Florida Incorporation Services
To start a corporation in Florida, you must file Articles of Incorporation with the Division of Corporations. You can file the document online or by mail. The Articles of Incorporation cost $70 to file. Once filed with the state, this document formally creates your Florida corporation. However, to actually ready the corporation to do business, you must complete several additional steps.
Hire Northwest to start your Florida corporation and get a Florida business address and free mail forwarding. Our services come with Privacy by Default® and local Corporate Guides® to help you navigate the Florida business landscape.
Starting a Florida Corporation Guide:
- Choose your Florida corporation filing option
- Submit the Florida Articles of Incorporation
- Create Florida corporate bylaws
- Get a Federal EIN from the IRS
- Open a corporate bank account
- Obtain any required business licenses
- File the Florida Corporation Annual Report
- Pay taxes on the corporation’s income
Florida Corporation Filing Options
Skip the state fees! Get a Florida corporation and the best of our services today. Includes EIN, hassle-free maintenance, business address & mail forwarding, Privacy by Default®, local Corporate Guide® service, and everything you need to operate at full capacity.
Do It Yourself
Sign up for a free account and use our online tools to start your Florida corporation today. Includes Florida incorporation and maintenance walkthrough and company document creation. All for free.
Pay in Full
Includes Florida corporation, business address & free mail forwarding, Privacy by Default®, lifetime support from local Corporate Guides® and a year of registered agent service.
Florida Articles of Incorporation Requirements
To form a Florida corporation, you must complete and file the Articles of Incorporation with the Division of Corporations. See the document below and click on any number to see what information is required in the corresponding section.
Your name must include “Corporation,” “Incorporated,” “Company,” or an abbreviation for one of these words. (Professional associations have different naming requirements and must include “Chartered,” “P.A.,“ or “Professional Association.”) Tip: Most businesses keep it short and sweet with “Corp” or “Inc.”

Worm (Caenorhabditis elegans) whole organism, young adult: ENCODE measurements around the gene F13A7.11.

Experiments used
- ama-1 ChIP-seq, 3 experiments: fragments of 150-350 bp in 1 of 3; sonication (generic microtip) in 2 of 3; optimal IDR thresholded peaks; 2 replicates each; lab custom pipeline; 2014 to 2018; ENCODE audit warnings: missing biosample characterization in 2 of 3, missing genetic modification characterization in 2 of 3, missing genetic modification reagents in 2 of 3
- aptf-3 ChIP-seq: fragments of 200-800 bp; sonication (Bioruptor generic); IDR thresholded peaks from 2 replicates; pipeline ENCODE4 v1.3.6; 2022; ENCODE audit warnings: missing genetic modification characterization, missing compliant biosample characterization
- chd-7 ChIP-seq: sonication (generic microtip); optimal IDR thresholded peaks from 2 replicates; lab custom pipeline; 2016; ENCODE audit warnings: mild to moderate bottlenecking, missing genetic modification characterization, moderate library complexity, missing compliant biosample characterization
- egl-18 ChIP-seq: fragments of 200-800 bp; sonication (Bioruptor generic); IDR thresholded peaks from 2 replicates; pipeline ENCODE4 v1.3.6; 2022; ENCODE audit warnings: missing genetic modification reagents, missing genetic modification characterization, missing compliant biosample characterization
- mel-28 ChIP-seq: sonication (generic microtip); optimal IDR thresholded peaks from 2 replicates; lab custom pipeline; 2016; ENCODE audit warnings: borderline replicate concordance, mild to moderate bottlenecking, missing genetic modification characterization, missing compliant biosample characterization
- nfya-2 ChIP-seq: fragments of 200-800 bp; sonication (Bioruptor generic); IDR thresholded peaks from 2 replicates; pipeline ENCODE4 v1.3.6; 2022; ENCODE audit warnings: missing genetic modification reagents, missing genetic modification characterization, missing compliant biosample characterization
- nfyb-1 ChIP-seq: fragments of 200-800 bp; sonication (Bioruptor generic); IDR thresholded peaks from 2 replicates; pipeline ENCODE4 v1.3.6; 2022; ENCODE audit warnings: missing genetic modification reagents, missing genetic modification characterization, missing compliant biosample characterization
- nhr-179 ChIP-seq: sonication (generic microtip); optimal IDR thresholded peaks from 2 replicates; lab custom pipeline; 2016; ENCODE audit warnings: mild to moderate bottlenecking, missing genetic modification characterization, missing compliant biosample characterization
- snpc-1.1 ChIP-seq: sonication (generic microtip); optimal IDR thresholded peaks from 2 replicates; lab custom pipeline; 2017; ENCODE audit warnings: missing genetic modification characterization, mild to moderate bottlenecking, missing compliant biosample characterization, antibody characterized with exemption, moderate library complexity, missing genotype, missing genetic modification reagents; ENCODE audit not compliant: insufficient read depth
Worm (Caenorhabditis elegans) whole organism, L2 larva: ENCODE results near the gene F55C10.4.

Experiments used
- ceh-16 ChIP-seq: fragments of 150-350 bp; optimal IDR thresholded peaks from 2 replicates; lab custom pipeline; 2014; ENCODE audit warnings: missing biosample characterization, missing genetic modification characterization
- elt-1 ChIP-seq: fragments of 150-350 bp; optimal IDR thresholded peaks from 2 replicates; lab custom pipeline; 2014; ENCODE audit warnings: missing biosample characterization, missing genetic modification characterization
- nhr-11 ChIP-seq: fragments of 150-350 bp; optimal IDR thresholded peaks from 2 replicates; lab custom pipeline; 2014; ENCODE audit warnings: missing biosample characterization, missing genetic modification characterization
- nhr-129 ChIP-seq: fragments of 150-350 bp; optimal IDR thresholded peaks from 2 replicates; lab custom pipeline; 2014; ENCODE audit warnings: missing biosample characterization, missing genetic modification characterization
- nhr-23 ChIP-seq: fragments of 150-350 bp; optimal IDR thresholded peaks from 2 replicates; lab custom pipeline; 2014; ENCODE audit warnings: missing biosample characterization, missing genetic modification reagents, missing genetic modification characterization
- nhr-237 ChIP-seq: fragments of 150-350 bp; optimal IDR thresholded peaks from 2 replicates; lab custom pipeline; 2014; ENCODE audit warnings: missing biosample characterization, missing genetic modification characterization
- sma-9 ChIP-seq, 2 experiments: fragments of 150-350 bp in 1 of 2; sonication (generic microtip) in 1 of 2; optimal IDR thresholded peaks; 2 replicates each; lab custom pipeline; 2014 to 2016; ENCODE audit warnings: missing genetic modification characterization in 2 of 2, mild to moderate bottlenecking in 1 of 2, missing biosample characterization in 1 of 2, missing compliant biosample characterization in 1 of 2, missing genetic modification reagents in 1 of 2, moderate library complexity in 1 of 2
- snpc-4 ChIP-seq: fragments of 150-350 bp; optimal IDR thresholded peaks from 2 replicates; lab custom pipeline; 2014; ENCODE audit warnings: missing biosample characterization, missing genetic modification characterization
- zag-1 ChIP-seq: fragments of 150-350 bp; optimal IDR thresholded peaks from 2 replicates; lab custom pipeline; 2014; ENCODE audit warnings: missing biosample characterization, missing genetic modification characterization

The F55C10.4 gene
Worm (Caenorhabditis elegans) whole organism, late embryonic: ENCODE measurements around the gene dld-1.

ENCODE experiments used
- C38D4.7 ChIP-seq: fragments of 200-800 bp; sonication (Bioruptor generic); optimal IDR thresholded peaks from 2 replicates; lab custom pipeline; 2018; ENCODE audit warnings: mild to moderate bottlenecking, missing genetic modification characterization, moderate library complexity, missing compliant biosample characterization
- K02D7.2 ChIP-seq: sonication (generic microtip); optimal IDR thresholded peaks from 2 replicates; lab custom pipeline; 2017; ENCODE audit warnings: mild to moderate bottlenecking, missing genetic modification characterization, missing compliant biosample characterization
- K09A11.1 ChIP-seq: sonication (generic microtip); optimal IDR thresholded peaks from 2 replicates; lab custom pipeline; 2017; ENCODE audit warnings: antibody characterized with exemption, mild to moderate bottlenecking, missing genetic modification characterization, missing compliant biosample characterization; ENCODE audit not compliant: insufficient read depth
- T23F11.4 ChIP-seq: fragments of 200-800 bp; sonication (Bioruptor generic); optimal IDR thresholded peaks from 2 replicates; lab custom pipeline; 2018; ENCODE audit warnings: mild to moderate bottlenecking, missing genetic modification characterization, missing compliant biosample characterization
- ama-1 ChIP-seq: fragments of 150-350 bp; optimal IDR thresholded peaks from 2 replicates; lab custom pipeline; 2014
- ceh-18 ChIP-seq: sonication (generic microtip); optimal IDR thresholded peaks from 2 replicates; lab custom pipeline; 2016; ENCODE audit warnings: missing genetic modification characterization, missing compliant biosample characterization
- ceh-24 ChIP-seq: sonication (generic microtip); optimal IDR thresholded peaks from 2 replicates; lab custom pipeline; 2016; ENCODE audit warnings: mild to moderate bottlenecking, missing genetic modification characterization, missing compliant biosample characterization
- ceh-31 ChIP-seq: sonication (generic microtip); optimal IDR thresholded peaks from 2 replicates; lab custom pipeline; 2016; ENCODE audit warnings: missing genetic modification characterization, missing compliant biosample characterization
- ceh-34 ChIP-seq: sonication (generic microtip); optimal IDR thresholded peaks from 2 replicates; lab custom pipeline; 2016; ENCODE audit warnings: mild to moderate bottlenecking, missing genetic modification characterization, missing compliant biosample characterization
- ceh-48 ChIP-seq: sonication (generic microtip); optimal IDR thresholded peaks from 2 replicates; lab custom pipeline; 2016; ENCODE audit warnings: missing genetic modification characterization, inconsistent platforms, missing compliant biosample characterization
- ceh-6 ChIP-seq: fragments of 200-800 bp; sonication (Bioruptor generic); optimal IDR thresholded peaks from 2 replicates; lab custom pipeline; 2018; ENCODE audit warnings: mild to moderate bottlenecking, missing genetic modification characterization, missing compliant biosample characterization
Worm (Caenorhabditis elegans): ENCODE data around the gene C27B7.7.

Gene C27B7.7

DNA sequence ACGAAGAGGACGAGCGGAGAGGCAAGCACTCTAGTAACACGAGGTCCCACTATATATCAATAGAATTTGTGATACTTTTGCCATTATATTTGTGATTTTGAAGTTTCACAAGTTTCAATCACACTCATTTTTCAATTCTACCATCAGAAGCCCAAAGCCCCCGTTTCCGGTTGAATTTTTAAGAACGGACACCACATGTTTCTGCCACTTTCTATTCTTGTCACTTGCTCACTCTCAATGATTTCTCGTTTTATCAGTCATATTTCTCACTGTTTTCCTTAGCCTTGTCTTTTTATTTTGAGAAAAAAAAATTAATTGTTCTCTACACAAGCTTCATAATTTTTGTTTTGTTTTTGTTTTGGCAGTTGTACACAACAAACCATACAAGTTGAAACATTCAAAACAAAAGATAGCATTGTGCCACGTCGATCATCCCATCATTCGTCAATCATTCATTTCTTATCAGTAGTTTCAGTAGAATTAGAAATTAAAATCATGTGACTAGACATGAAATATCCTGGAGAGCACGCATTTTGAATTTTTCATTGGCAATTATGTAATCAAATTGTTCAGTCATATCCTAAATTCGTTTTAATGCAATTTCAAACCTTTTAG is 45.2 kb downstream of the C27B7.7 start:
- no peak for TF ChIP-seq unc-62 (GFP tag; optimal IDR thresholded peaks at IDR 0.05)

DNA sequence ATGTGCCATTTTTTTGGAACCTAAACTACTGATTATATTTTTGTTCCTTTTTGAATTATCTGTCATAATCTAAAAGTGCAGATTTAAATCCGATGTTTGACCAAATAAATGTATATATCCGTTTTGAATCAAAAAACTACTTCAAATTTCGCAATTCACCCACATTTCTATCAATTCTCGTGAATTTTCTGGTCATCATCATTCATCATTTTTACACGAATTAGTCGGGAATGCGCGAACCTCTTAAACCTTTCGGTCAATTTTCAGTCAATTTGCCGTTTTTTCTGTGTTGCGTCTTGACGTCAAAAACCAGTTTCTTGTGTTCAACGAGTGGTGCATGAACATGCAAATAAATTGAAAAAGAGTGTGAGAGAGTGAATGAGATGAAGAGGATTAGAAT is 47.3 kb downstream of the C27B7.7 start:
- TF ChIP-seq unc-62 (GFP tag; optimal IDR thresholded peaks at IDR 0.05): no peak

This is the main business office of your corporation and where you’ll receive mail (besides legal notifications). It must be a street address, so no PO boxes. Want to keep things simple with one address? When you hire Northwest as your registered agent, you can use our Florida address as your principal address.
It sounds existential, but your “purpose” here is really just the business activities your corporation plans to engage in. This section is optional for most corporations. However, professional corporations (businesses providing state-licensed services, like doctors and lawyers) need to list a single specific service, such as “practicing medicine.” Tip: Most corporations are not professional corporations and are free to skip this section.
List the number of shares you want to create. You have to list at least one. Some or all of these shares can be distributed later on at your organizational meeting.
You can choose to list the names and addresses of directors and officers. This is entirely optional though, and any information included in your Articles of Incorporation will become part of the permanent public record of your Florida corporation.
This is the Florida street address where your registered agent will be regularly available to accept legal notifications for your business. Tip: Hire Northwest and our address will go here (and you can avoid the data sellers and busybodies that come with publicly listing your own address).
Include the name and signature of either an individual Florida resident (such as yourself) or a business that provides registered agent service (such as Northwest). Tip: Personally, we’re fans of Northwest.